Without trees, Madagascar will become an arid region where water will come too abundantly or too rarely depending on the season and the year. This dramatic phenomena can already be seen in other African countries, like Ethiopia, where the forest has been slashed. I was there so I can confirm it. Madagascar could then, very quickly, become the same symbol of international climate change and an exceptional waste of biodiversity.


Solutions exist (stop slash-and-burn agriculture, protect the remaining forests, alternatives to charcoal, establish ecological corridors, etc.), but demand a general and almost immediate realization of the gravity of the situation. Too few Malagasy understand that their future is linked to that of nature. While the locals are very proud of their environment they do not realize the gravity of the situation and are even ignorant of their true national riches. It is not entirely too late to act, but the weight of this last minute response rests on the shoulders of the generation of children who took so much pleasure playing during the EAFC, my little friends, your children!


The impact of the EAFC cannot be measured in such a short period. These tournaments need to perpetuate, extend into other regions, and above all, include the possibility to establish projects in the area and prove to the local populations that protection is more profitable than destruction.


To do this Eco-Sys Action has exactly the same vision as Salamandra Nature and hopes to bring together a maximum number of associated players. The eco-village during the tournament in Antananarivo demonstrated this desire to work together. With no religious or political affiliations, Eco-Sys Action and myself are an open door to people from all background to share and act. Solutions must be local and integrated. Madagascar must take its destiny in its hands without waiting for foreign aid. This country has extraordinary diversity and richness, yet very often in the discussions I heard there was a lack of confidence and chronic discouragement. Who then can create the momentum necessary to save the natural heritage?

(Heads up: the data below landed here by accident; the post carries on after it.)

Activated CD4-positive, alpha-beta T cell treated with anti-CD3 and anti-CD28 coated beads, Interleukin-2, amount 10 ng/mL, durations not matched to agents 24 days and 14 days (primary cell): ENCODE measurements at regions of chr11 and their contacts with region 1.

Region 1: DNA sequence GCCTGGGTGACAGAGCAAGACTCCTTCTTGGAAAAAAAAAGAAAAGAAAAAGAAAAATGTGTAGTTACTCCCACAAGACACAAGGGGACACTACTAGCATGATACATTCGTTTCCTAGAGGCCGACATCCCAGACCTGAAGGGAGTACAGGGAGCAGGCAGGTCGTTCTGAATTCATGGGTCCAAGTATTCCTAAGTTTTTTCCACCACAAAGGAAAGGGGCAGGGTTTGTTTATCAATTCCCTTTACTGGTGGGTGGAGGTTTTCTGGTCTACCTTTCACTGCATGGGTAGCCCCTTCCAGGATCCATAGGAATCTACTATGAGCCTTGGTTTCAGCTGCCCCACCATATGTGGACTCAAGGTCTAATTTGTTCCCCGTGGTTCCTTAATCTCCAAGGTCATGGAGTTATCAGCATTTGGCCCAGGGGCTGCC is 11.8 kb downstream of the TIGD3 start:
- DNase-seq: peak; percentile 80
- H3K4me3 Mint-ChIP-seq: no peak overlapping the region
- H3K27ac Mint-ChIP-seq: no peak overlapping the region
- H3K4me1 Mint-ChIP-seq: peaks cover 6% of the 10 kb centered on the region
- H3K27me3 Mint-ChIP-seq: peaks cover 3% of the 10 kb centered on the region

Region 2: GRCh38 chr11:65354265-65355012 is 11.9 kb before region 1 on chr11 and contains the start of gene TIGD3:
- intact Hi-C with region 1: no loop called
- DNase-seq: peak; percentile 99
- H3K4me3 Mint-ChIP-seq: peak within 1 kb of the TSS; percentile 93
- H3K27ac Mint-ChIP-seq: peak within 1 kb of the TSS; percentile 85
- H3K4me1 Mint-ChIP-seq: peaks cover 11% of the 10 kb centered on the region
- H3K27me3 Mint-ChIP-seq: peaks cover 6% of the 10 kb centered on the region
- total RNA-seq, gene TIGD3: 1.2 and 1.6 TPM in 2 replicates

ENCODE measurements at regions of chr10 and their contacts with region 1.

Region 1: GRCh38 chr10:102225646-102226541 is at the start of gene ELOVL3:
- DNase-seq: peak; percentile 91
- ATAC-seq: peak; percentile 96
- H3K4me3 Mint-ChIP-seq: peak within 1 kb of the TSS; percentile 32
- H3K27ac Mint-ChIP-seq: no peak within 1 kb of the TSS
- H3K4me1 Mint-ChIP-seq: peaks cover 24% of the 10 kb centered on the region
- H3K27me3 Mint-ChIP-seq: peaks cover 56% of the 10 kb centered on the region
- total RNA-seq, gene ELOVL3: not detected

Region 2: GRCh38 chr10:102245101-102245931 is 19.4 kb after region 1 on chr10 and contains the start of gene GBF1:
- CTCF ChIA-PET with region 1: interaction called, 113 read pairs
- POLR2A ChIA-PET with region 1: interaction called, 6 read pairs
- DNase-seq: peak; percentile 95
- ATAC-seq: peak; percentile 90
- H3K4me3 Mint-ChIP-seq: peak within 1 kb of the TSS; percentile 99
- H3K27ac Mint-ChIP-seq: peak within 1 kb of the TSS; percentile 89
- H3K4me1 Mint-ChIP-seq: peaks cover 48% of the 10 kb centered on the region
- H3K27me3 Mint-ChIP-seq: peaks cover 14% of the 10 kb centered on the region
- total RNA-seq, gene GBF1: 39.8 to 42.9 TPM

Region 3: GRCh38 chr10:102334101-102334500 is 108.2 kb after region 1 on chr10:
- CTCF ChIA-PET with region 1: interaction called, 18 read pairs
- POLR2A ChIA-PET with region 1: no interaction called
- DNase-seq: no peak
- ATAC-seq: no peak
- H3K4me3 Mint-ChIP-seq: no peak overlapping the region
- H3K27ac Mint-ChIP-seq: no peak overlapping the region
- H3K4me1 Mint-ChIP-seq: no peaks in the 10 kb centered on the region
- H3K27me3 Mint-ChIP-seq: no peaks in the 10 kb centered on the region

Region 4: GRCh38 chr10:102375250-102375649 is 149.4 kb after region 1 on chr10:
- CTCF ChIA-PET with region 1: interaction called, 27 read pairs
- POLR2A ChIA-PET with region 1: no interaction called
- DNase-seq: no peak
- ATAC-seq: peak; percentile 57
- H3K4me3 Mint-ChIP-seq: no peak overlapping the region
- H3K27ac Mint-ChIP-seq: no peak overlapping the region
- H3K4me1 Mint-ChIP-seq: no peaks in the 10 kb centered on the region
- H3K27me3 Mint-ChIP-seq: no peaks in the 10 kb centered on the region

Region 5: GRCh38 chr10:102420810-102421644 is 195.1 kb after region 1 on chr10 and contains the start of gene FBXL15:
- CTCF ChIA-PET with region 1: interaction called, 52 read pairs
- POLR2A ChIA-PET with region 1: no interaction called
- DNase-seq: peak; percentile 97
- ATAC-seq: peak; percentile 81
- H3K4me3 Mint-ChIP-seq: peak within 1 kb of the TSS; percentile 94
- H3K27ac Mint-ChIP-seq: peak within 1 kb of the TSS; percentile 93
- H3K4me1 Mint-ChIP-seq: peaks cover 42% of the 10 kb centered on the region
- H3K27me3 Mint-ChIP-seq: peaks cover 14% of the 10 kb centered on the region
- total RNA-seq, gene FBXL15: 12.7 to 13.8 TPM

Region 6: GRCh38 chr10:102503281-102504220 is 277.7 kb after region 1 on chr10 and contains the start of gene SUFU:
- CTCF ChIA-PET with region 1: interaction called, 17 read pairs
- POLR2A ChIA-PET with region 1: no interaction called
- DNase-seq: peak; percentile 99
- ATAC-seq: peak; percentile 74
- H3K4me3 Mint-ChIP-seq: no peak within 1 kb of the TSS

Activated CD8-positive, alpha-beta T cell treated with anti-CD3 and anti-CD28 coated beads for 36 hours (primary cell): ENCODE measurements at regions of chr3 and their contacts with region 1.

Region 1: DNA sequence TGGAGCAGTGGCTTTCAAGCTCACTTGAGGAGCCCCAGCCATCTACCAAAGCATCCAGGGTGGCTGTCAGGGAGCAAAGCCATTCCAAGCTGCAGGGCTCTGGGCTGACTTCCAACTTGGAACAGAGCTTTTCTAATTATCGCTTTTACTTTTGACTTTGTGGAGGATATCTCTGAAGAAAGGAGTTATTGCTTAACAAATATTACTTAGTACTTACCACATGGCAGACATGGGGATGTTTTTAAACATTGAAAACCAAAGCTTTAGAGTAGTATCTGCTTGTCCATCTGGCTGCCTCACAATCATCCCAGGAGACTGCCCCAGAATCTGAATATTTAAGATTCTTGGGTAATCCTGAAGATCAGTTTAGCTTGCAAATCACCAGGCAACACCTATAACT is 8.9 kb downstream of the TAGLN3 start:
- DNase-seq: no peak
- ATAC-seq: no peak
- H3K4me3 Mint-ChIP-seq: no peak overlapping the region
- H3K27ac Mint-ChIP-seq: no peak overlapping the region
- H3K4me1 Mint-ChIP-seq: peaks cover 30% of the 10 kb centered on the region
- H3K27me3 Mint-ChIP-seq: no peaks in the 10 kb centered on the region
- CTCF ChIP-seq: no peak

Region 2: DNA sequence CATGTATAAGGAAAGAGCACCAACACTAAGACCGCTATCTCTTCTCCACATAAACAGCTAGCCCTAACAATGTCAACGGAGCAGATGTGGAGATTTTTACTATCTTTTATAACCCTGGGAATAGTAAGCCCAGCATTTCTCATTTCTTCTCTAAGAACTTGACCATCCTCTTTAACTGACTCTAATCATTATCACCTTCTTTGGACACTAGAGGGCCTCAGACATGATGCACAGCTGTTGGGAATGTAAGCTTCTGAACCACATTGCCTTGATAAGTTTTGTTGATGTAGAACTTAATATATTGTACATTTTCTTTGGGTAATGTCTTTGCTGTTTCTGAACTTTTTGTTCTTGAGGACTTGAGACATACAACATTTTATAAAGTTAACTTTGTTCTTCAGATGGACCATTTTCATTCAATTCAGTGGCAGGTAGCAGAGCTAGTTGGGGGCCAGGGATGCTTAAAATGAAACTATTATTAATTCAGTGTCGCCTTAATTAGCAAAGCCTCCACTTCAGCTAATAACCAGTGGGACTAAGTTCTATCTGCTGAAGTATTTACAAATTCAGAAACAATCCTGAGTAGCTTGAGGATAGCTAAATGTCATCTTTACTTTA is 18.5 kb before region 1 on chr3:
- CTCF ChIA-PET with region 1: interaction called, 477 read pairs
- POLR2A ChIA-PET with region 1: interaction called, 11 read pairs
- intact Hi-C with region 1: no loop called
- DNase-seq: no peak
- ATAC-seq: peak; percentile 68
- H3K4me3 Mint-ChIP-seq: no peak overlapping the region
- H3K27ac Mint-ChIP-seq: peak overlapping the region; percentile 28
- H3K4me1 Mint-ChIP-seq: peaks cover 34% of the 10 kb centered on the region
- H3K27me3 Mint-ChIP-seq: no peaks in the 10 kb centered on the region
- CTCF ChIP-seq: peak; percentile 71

My response, from the perspective of a little sparrow can seem both candid and strong as you can tell from above: children. They have the greatest influence on adults. They also have the power to say “stop” and to be heard. But for them to do this we must help, to make their daily life easier, to explain to them, to positively educate them. The environment, which is currently not their principal worry since daily life is much too complicated, must become their strength. It is the power of the Malagasy youth that will decide the destiny of Madagascar and that will inspire other children in other countries.


We have a duty to provide the tools to allow a generation of children to not only be today's inspiration, but to be tomorrow's decision-makers.


Complete pdf file.